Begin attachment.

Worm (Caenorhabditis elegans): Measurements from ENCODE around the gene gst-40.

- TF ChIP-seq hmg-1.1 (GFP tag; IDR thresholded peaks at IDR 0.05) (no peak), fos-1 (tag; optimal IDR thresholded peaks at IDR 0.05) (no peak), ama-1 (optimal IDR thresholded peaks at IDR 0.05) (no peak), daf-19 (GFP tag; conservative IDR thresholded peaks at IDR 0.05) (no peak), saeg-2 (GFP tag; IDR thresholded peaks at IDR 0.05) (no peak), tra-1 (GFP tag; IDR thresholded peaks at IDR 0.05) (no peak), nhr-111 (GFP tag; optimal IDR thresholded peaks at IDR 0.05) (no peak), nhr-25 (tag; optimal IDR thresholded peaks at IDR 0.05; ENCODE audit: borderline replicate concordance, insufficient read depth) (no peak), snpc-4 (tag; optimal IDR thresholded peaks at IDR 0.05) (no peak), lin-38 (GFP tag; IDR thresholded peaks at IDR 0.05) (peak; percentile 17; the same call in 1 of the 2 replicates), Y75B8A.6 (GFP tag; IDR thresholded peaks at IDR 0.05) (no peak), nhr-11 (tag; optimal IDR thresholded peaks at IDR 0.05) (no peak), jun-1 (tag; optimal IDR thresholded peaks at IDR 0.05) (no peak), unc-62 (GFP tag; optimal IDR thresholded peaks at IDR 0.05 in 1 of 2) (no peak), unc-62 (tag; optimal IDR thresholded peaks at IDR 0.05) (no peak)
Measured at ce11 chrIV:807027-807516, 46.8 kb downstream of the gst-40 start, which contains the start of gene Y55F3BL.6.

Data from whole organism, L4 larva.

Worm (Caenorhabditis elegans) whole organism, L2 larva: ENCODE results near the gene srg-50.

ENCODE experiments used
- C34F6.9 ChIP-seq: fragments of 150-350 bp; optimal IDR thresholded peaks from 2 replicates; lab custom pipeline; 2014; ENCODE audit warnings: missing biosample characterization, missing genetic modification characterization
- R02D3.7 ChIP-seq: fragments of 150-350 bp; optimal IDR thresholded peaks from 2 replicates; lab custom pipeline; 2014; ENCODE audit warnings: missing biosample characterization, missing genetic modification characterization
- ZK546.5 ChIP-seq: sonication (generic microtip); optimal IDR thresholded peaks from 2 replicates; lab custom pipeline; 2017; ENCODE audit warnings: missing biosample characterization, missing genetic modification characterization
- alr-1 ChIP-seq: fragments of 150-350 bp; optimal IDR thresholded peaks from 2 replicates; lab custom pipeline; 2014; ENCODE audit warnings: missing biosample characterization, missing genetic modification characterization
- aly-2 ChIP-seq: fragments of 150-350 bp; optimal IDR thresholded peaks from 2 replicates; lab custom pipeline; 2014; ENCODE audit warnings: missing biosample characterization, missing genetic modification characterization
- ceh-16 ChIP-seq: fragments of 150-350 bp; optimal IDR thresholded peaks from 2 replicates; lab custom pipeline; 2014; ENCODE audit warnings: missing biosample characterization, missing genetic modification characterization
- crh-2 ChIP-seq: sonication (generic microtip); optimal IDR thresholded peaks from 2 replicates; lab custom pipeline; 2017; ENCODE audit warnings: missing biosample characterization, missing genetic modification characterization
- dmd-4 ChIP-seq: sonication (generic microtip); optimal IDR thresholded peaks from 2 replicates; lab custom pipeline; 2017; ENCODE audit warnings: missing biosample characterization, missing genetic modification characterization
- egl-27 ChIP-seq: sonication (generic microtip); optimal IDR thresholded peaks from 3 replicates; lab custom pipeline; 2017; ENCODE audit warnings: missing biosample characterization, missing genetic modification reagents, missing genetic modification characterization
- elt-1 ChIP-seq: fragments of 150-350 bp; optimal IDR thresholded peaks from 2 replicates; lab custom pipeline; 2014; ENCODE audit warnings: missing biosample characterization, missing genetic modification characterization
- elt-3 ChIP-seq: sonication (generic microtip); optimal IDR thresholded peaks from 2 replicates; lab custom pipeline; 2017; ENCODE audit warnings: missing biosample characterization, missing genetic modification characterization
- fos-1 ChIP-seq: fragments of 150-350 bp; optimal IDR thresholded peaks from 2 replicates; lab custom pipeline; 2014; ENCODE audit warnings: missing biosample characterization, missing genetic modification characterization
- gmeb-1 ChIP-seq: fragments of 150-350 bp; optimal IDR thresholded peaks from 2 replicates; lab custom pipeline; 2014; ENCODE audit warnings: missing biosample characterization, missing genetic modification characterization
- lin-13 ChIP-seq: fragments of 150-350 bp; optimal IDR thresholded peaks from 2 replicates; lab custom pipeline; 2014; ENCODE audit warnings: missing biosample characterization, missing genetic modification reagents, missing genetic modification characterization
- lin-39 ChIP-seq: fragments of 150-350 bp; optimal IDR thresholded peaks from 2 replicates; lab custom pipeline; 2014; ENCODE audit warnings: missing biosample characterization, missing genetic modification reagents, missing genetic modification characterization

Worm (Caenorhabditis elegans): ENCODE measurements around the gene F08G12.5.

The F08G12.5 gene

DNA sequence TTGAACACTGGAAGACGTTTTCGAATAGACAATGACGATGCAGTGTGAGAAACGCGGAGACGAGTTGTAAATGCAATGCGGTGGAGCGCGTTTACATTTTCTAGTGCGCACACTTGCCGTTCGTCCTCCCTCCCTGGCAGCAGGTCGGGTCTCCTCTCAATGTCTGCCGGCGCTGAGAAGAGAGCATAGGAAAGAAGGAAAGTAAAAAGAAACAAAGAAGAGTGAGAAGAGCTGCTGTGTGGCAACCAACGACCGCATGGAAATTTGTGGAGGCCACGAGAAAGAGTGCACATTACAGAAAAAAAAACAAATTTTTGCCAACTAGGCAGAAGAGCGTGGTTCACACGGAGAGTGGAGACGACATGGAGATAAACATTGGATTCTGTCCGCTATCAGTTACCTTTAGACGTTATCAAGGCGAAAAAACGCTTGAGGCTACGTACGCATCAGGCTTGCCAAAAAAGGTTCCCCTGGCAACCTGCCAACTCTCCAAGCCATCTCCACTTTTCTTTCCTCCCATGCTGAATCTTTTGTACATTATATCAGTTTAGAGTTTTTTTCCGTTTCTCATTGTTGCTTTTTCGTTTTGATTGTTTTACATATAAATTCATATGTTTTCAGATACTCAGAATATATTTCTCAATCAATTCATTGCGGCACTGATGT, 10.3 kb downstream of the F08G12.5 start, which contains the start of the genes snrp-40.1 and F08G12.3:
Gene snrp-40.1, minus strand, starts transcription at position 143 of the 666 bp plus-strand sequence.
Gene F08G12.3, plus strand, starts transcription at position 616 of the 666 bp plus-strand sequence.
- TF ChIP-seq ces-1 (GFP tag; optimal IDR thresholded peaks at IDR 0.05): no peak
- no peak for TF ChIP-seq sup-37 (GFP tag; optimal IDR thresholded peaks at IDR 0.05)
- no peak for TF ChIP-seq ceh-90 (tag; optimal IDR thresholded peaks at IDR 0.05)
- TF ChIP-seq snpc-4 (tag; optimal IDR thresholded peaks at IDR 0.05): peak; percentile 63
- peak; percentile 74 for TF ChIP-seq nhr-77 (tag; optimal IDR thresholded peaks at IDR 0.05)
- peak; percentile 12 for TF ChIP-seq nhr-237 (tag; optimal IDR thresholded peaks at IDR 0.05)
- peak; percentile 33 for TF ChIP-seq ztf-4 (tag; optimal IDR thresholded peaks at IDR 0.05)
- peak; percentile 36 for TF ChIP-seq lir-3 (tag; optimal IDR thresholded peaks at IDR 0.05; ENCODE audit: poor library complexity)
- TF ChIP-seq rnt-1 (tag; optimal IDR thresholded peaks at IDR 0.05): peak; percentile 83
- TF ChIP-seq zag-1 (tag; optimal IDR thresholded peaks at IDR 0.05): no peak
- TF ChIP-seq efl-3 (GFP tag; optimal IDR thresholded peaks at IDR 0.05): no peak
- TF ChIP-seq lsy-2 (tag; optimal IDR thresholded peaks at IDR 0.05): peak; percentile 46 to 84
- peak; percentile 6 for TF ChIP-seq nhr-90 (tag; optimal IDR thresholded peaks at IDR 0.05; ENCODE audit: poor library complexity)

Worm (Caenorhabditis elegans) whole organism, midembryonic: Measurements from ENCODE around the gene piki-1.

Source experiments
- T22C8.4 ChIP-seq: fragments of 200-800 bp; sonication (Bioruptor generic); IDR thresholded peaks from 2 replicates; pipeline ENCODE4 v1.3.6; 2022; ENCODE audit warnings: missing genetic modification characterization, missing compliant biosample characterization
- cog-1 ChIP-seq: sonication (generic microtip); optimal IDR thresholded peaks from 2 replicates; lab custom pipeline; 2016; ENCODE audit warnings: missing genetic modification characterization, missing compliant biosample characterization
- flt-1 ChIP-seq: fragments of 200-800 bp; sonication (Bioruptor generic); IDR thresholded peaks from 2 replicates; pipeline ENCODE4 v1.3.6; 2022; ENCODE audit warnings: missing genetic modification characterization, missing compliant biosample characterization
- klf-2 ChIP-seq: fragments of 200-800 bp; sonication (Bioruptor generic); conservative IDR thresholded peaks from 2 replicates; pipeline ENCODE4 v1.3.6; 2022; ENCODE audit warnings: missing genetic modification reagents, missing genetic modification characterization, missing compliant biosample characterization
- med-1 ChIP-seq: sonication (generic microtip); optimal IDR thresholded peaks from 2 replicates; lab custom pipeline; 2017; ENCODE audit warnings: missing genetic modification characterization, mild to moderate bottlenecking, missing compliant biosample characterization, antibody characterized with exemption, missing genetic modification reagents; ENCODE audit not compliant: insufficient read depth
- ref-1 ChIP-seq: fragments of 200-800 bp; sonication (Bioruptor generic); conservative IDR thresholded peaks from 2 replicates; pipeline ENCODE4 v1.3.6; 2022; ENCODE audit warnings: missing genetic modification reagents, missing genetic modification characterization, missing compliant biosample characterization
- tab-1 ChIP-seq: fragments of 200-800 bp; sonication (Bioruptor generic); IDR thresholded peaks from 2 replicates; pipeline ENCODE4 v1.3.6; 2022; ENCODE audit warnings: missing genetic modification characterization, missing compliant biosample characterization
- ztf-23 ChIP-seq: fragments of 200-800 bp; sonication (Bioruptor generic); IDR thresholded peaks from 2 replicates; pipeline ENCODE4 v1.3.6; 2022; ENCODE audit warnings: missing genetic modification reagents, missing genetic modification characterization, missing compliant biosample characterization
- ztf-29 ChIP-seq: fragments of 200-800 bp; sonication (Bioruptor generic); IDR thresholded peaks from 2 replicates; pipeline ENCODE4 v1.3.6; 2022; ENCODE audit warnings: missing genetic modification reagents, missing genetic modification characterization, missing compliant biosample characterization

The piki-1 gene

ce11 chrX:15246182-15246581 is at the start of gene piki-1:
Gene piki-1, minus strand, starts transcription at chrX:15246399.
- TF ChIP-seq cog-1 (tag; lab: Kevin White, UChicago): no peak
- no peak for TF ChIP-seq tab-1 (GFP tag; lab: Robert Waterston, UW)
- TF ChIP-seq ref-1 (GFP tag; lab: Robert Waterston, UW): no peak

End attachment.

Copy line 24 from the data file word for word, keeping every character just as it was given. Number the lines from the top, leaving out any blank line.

DNA sequence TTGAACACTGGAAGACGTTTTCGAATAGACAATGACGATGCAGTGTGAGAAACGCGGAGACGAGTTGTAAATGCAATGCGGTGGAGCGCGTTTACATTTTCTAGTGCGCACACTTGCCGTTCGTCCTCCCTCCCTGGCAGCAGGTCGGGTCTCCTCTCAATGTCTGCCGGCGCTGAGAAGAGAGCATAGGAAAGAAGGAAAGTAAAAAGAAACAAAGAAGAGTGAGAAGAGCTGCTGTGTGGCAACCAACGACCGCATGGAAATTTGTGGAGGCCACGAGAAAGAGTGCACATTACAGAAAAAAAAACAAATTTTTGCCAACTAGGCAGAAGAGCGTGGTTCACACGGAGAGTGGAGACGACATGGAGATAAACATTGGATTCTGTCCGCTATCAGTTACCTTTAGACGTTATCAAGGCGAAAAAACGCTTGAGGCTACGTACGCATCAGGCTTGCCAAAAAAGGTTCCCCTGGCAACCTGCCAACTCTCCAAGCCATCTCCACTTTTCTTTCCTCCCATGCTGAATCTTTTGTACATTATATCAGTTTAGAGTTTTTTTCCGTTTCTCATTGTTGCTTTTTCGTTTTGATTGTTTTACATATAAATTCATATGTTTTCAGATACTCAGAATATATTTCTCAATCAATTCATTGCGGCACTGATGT, 10.3 kb downstream of the F08G12.5 start, which contains the start of the genes snrp-40.1 and F08G12.3: